ImpacFat makes a splash debuting world’s first fish oil produced from stem cells
01 Dec 2022 --- ImpacFat introduces its new fish oil alternative today at Singapore’s Big Idea Ventures Demo Day showcase. This process involves removing stem cells from the fat tissue of edible fish species and then expanding them in a bioreactor before converting them to mature fat cells, which are then incorporated into food products.
ImpacFat hopes its fish oil alternative will provide the taste and texture missing from various alternative meat products.
“Customers look for an alternative fat that can enhance taste, texture, aroma and nutrition of alternative protein products.” Shigeki Sugii, founder of ImpacFat, tells FoodIngredientsFirst.
“Currently, very few such products satisfactorily meet these criteria. Our cultivated fish fat is more similar to fat components of animal/fish meat and can complement with natural flavor, mouthfeel and aroma.”
Beyond today’s debut, Sugii is keen for ImpacFat’s product to be available on an industrial scale eventually.
“Our method is scalable; we are first developing the pilot scale where cells are expanded and converted to mature fat cells using microcarriers in suspension. Once our pilot scale is established, it will be durable in the next few years to scale up further into an industrial level,” he concludes.
Sugii outlined the industry’s difficulty in mimicking fat for alternative proteins.
“Conventionally, alternative protein manufacturers either ignored fat ingredients or heavily processed oil/lipids to supplement and mimic fat of alternative meat,” he explains.
“However, this poses a challenge; as they need to physically or chemically process oil/lipids, they are subject to altered properties. Examples are oxidation (resulting in rancidness and unhealthiness), leaching during heating (due to low melting temperature) and limited structural support of alternative meat. Our cultivated fish fat has the potential to solve all of these challenges.”
Sugii hopes to realize that potential via ImpacFat’s cellular aquaculture process.
“Stem cells are isolated from fat tissue of edible fish species, then cell lines that have the best characteristics (in growth, conversion, etc.) are established and stored. The cells are then expanded in culture within a bioreactor to a vast cell number. These cells are converted to mature fat cells (adipocytes). Finally, mature fat cells are incorporated into food products for consumption.” he continues .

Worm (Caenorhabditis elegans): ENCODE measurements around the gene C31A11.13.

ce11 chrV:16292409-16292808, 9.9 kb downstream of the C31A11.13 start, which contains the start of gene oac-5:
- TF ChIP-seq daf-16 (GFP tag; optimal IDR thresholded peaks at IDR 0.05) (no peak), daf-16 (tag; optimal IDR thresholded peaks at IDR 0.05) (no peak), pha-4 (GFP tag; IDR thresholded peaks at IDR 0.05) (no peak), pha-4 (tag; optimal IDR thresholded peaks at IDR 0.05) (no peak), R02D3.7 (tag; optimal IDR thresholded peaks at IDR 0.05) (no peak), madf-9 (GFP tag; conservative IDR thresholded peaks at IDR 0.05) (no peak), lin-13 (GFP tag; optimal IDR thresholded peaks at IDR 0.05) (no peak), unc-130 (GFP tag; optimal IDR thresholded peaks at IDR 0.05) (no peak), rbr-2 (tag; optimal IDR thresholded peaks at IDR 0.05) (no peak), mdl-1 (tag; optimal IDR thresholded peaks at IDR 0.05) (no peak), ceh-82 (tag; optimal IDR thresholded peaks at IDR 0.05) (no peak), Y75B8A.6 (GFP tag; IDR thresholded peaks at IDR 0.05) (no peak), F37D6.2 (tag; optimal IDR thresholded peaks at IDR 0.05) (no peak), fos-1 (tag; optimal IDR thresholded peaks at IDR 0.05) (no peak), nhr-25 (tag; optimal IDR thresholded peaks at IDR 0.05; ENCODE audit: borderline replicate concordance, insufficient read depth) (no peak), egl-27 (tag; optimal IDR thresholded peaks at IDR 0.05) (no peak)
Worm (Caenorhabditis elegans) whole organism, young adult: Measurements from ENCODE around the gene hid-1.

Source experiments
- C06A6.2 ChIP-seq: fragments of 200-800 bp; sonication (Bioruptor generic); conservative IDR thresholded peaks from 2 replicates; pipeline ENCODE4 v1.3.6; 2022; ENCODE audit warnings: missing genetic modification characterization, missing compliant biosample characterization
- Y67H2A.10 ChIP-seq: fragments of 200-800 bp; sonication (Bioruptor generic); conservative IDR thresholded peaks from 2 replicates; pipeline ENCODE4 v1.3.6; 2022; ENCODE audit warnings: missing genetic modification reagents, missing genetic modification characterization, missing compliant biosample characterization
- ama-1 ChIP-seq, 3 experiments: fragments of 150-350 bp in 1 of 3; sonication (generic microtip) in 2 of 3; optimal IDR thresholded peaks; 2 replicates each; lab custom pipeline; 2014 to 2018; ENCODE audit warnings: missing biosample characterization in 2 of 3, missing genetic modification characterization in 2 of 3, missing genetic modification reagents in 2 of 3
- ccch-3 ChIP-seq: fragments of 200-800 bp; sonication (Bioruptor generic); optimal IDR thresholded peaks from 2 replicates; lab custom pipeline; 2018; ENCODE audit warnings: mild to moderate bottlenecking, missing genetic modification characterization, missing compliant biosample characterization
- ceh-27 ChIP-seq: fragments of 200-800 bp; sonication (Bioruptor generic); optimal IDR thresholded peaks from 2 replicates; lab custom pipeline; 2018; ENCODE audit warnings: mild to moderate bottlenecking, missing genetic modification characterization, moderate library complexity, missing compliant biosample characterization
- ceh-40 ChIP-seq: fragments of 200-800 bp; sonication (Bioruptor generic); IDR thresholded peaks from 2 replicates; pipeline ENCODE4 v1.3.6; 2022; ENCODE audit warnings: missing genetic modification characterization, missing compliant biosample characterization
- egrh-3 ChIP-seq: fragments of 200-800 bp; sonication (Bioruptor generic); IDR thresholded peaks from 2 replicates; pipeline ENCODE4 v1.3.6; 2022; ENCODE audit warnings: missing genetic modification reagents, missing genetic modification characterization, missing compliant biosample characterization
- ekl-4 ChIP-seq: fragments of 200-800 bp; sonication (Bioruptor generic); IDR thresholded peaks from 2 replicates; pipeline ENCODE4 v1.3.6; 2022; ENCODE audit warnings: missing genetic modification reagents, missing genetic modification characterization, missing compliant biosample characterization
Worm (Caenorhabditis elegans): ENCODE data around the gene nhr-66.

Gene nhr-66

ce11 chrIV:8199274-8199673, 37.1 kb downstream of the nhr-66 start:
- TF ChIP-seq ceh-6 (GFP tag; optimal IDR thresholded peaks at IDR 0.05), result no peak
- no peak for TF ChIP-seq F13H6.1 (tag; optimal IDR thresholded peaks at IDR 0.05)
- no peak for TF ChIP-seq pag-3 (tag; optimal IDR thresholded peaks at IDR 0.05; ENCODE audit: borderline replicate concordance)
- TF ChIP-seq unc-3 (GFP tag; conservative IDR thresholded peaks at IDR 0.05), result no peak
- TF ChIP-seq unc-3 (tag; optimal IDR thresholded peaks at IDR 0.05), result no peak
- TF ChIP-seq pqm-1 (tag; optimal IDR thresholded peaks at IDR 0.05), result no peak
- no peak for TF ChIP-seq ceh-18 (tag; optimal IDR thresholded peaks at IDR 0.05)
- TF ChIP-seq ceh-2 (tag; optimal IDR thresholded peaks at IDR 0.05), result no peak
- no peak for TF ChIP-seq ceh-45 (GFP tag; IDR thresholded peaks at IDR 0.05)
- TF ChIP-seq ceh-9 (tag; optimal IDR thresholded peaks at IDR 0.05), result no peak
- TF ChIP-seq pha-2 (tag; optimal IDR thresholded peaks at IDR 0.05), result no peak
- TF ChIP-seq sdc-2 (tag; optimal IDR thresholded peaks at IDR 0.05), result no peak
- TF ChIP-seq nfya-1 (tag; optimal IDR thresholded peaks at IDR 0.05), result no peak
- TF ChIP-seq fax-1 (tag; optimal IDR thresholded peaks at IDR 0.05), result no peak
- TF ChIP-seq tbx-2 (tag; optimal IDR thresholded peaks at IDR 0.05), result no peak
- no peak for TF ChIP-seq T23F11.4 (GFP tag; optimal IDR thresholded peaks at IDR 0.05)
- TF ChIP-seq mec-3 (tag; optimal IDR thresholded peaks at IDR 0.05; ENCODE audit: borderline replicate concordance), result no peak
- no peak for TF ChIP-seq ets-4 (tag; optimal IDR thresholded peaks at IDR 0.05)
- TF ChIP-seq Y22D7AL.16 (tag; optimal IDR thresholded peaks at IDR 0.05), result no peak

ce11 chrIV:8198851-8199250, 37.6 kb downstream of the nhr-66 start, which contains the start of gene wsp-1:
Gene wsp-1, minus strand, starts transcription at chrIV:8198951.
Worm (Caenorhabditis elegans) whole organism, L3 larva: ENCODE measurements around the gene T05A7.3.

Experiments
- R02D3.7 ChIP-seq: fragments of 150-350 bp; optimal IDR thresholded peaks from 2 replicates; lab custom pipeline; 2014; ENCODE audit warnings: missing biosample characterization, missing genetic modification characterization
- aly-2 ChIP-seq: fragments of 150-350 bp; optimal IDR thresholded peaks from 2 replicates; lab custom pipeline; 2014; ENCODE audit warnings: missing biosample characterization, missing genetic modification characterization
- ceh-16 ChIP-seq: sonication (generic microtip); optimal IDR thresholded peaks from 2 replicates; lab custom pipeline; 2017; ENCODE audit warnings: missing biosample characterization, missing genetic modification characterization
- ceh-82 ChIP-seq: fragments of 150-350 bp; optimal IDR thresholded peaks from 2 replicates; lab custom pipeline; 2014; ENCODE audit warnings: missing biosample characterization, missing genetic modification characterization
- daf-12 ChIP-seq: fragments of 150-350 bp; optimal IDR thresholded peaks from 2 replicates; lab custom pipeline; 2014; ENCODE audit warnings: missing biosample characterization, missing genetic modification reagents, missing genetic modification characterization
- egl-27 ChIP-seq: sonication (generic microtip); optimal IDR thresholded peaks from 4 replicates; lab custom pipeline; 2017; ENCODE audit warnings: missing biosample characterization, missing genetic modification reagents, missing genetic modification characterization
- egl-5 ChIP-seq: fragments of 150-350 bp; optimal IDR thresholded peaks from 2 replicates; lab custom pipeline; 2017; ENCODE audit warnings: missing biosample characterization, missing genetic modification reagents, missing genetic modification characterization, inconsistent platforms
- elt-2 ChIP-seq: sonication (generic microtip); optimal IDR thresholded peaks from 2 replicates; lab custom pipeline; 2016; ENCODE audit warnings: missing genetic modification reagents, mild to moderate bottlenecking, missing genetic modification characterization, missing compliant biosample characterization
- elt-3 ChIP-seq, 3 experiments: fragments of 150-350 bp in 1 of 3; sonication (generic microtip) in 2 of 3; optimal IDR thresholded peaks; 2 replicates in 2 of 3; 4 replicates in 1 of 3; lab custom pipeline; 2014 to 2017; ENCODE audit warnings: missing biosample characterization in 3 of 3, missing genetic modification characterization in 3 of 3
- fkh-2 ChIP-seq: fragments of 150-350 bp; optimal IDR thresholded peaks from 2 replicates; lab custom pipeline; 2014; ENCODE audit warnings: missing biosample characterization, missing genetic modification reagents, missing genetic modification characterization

Sugii hopes that commercially, consumers will understand that food products containing fat are not necessarily unhealthy.
“We can customize the nutrition of our cultivated fat more easily because it is enriched in omega 3 fatty acids (e.g., DHA and EPA) and antioxidants.”.
“Fat cells are specialized in storing a large amount of these healthy molecules. Fat from animals may contain more unhealthy nutrients like saturated and trans fatty acids. In addition, animals/fishes may be often contaminated with toxic materials such as microplastics, mercury and pathogens,” he says.
Downsides of tradition
Such contamination is only one of many harmful elements derived from traditional fishing. Sugii continues to stress the additional issues.
“Other negative environmental impacts of traditional aquaculture would be water pollution, a lack of sustainable fish feed sources and dependence on the ocean for providing fishmeal. Also, waste generated and discarded during seafood processing for the use of protein or fat,” he says.
“ImpacFat’s products do not cause these and thus preserve our ocean and food security.”
In similar news, researchers at Estonia’s Center of Food and Fermentation Technologies are using plants to replicate the aroma of salmon, hoping to ease pressure on already overburdened marine ecosystems.
By James Davies
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